Ah, Texas. Big sky country, land of the longhorn steer, Shinerbock brew, and some of the best songwriters in North America.
I used to spend a lot of time around that area, and I genuinely loved it. Unfortunately Texas gets a bad rap – between oil magnates and the Bush family, as well as its public face as a predominantly “red” state, Texas has become the butt of countless redneck jokes and has wrongly earned the disdain of the liberal left. In reality, the people in Texas are pretty awesome, surprisingly liberal, and serve some of the best barbecue in the known world.
I am constantly defending the Lone Star State back home in Canada against my more liberal friends who buy into the cliches – yeah, everybody owns guns, but in all the time I spent there I didn’t witness a single lynching, abortion clinic bombing or pro-war rally. Goes to show that things aren’t always what they appear to be.
However, sometimes the stereotypes are well-founded – at least as far as America is concerned – because I can’t imagine something like this happening anywhere else.
Apparently jury selection has just begun in what I can categorically say is the most bizarre trial I’ve seen all year. According to Fox News (and yeah, I feel as dirty as you do for referencing Fox News) six guys who used to work at a Corpus Christi State School for the mentally disabled are up on charges for staging and filming Fight Club-esque brawls between the residents.
Let me be perfectly clear: these guys took the Bum Fight framework and applied it to delayed people. At the risk of sounding crass, which I don’t mean to be, they’re monopolizing on an extremely vulnerable subset of our society to bring Retard Fights to the masses? Are you fucking serious?
Let’s break it down. I don’t pretend to have anything more than a cursory understanding of the nature of developmental disabilities. Like most people I went to a school that housed a “special education” class for those with mild to serious delays, and again like most people, I didn’t pay an awful lot of attention to what went on in that class – it was sort of an oddity, I guess; not a carnival sideshow, nothing to be gawked at or ridiculed, just a group of people with some very difficult challenges to overcome.
I’m not going to lie and say I was perfectly comfortable interacting with the special ed kids – it’s not that I was afraid of them or anything like that, I just didn’t know how to interact with them. They were all friendly people, but the way they associated with the rest of the school population was understandably stilted – if they were able to associate at all, because obviously the more pronounced their disabilities, the less able they were to communicate in a (and I cringe as I use the term) “normal” way.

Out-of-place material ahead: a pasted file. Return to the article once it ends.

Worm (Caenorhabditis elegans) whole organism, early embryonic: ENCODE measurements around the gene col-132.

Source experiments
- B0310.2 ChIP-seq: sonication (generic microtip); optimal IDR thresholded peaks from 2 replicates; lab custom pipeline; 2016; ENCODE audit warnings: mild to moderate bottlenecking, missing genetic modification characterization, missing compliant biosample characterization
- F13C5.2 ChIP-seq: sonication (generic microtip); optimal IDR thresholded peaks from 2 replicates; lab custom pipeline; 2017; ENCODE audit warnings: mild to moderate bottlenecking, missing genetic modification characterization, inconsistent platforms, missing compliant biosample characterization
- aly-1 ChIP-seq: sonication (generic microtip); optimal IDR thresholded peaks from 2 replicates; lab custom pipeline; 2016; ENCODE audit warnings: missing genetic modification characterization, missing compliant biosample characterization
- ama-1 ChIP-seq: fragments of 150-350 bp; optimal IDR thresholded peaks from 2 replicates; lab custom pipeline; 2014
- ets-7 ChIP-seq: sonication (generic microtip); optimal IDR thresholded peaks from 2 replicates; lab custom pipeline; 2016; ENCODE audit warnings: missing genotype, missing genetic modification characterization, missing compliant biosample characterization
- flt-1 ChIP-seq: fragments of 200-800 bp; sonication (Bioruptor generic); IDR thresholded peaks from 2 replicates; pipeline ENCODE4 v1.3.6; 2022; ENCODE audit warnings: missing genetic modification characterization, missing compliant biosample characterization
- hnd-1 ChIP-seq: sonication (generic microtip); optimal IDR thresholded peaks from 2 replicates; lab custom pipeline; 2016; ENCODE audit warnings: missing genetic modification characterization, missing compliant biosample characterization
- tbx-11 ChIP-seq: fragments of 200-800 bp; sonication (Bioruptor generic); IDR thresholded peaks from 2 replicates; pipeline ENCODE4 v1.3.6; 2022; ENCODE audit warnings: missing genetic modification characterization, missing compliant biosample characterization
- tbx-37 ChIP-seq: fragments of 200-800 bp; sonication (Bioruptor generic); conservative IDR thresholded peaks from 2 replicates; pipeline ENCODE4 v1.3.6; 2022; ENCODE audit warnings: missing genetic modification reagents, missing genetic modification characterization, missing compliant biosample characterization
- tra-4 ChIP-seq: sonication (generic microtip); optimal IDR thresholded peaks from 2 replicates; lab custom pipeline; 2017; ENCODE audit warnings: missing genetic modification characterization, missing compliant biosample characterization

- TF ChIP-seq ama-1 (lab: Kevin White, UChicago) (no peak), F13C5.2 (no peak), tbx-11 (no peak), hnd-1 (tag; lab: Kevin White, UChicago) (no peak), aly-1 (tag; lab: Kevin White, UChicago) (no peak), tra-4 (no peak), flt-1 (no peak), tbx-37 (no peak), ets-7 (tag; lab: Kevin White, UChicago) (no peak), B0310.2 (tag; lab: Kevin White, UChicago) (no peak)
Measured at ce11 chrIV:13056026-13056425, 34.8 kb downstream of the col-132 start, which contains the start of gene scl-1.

That said, I never agreed – tacitly or overtly – with the way a lot of my peers treated the special ed students. I never got on board the standard pubescent band wagon that preaches intolerance to anything remotely different that inserted itself into our day-to-day paradigm. I didn’t rag on people for any reason that wasn’t their own fault: acne, awkwardness, nerdy tendencies, sexual orientation, and certainly not developmental delays. If you were an asshole that deserved to be taken down a peg or two, fine – I’d do that. Otherwise I never saw it as fair or reasonable to castigate somebody for so-called deviances that separated them from the general school population, but were just part of their makeup.
I have several close friends who work with special needs children: one who runs a group home for autistic teens, and one who has worked closely with kids who have generalized delays. I have the utmost respect for them, because in my opinion, it takes a very dedicated and empathetic individual to be able to do that kind of job and do it well. These two amazing women have worked very hard to positively influence the growth and lives of their clients (which isn’t even really the right word, given the relationship that has developed between my friends and their charges more closely resembles family), and I consider that reason for applause.
What sickens me most about this case in Texas is that it undermines all the work my friends (and hundreds others like them) have done. A big part of their work has been to change the popular perception of developmental delays and mental disorders – to educate people about the challenges faced by their charges every day, to put to rest the decades-old stigmas attached to those challenges, to humanize the issue so we no longer look at these people as sideshow freaks or objects of ridicule.
And yet, everywhere we turn, the general perception in media is still polarized. For every “I Am Sam” there’s a “Waterboy” or worse, “The Ringer” that makes light out of a serious situation. I don’t understand why it’s funny to see that Jackass jackass pretend to be delayed so he can compete in the Special Olympics. I’m all about making fun of just about everything, because I truly believe it’s dangerous to take everything too seriously, but there’s a limit. There’s comedy and then there’s exploitation, and if you cross that line, I stop laughing and start looking for my sniper rifle, because it’s not cool.
That’s the worst part about this case. These guys wouldn’t be making these sicko asshole videos if there wasn’t some kind of market for it. People want to see this stuff, just the same way they want to see Bum Fights and Saw part 17 and Passion of the Christ and extreme sadomasochistic porn and everything else. I hate to rag on the obvious, but the parallel is too clear to ignore – we’re at the point where we’re bored with the gladiators and have taken to throwing people to hungry lions – and we’re cheering for the lions. Somebody out there wants to see this go down, and I think that’s the root of the problem – not the people providing the service, but the people asking for it.